Close encounter of the word kind

I had the pleasure of meeting David Quammen a quarter of a century ago, up in Washington State at a writers’ conference I attended in part because I knew he would be there. I was already a fan of his fiction, most especially a story I used in my college classes as a way of enticing young male students to show a little interest in literature, a subject most of them viewed with indifference, suspicion, or outright hostility.

That story, “Walking Out,” concerned the challenges faced by the tale’s young protagonist after his father is critically injured in a hunting accident. Quammen’s story worked on my students as it had on me. It is masterful in its storytelling, and true in ways my students apprehended before they noticed they’d been taken in by literature and put out the other side, having gleaned something about human nature they already knew but did not know they knew.

Because I admired that story so much, I admired Quammen before I ever met the man. That admiration made it even more heady when I arrived at the conference to be told that Quammen was looking for me, that he’d read a story I’d written and had liked it enough to ask to have me pointed out to him when I showed up.

Shamelessly, I repeat this inconsequential anecdote with pride and pleasure, and if the editor cuts it from the piece, I’ll be annoyed, because thinking about Quammen’s work on Darwin has me looking for patterns in things, and if I hadn’t met Quammen back in the ‘80s, I probably wouldn’t be writing this piece about him in the first decade of a new century. So that’s a pattern.

Not that Quammen remembered me from all those years ago, of course, though he was gracious enough to pretend he did.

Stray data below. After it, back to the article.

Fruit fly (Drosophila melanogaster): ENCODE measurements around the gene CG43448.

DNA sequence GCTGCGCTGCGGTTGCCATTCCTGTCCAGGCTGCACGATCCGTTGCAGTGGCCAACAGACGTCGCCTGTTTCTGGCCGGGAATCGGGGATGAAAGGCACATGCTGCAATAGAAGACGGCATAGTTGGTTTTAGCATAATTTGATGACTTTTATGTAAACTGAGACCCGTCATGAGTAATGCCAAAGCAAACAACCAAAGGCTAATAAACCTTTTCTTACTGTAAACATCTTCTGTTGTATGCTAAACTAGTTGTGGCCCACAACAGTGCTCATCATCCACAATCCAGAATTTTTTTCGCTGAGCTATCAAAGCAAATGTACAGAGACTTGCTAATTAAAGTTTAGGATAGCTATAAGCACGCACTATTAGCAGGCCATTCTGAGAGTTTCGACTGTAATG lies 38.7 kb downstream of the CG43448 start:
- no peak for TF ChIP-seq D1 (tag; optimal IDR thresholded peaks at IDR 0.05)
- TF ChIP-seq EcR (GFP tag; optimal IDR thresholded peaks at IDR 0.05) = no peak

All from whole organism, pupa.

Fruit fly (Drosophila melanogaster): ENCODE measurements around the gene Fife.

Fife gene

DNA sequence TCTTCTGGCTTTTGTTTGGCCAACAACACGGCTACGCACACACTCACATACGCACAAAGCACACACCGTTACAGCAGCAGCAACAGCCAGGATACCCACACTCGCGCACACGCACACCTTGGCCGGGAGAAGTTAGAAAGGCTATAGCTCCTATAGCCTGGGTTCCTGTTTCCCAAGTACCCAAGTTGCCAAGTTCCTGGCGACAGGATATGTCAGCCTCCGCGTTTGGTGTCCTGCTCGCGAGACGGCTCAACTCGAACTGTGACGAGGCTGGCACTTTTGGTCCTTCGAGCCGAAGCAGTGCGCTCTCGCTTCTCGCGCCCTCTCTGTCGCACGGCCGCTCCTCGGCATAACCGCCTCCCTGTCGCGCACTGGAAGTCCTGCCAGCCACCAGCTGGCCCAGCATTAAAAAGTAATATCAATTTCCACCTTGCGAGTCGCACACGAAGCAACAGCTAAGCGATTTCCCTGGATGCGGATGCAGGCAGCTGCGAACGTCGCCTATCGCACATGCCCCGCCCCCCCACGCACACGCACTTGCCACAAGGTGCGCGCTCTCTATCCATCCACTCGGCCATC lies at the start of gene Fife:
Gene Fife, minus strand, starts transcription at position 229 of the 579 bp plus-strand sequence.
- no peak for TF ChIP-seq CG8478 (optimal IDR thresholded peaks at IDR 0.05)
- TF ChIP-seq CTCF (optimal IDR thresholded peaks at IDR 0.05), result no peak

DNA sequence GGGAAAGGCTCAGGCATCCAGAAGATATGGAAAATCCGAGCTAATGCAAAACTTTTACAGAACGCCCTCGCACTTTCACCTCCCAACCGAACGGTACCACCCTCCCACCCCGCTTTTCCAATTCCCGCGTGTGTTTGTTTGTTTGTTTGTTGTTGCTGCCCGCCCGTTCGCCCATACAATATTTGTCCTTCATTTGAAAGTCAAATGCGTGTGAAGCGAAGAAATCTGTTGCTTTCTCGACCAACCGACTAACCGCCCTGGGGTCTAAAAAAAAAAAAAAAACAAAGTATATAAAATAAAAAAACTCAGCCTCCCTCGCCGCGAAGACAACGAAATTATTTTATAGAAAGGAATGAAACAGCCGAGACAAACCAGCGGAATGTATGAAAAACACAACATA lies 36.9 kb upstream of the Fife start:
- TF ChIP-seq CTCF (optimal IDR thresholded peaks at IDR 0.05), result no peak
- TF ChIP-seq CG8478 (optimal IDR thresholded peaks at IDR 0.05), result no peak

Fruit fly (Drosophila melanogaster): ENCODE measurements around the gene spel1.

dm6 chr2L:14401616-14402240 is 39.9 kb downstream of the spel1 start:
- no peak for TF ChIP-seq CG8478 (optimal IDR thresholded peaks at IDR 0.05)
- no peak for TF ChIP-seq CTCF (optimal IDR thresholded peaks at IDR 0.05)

He’s not finding time for fiction these days, what with all that globe trotting and jungle running. When pressed, however, he did say that “Walking Out” still holds an esteemed place in his personal assessment of all the work he’s done.

“Since you asked me,” he said, “I’d probably put it in my own list of the top five pieces I ever wrote…. I did set out to be a fiction writer, and it still surprises me that I wound up doing the kind of writing I’ve now spent most of my career doing.”

The breadth of Quammen’s work finds its way onto more than a few college reading lists. Chico State biology professors Don Miller and Chris Ivey both use Quammen’s books in their classes, as does Dean Fairbanks, in Geography. Leslie Layton uses Quammen essays in her magazine writing classes, as does Steve Metzger in his journalism and English classes.

“I discovered Quammen when he was writing his column for Outside,” Metzger said. “I tore them all out, and still have most of them filed away.

“My favorite, and the one I used in class, was called ‘Chambers of Memory.’ Quammen uses the chambered nautilus as a metaphor to show how we compartmentalize our lives and how we move from one compartment, or period of life, but carry our pasts with us, and that’s how we stay ‘buoyant.’

“It was a pretty scientifically technical piece on one hand, but was also a first-person memoir. The beauty of it was that the essay took the form of the chambered nautilus—moving from compartment to compartment.”

Quammen attributes some of what he knows about writing to an intense study of William Faulkner he undertook back when he was doing graduate work at Oxford.

“Probably the most challenging book I ever wrote was The Song of the Dodo, and I don’t think I would have known how to organize that material and make it coherent had it not been for the time I’d spent investigating how Faulkner managed to structure some of his novels.”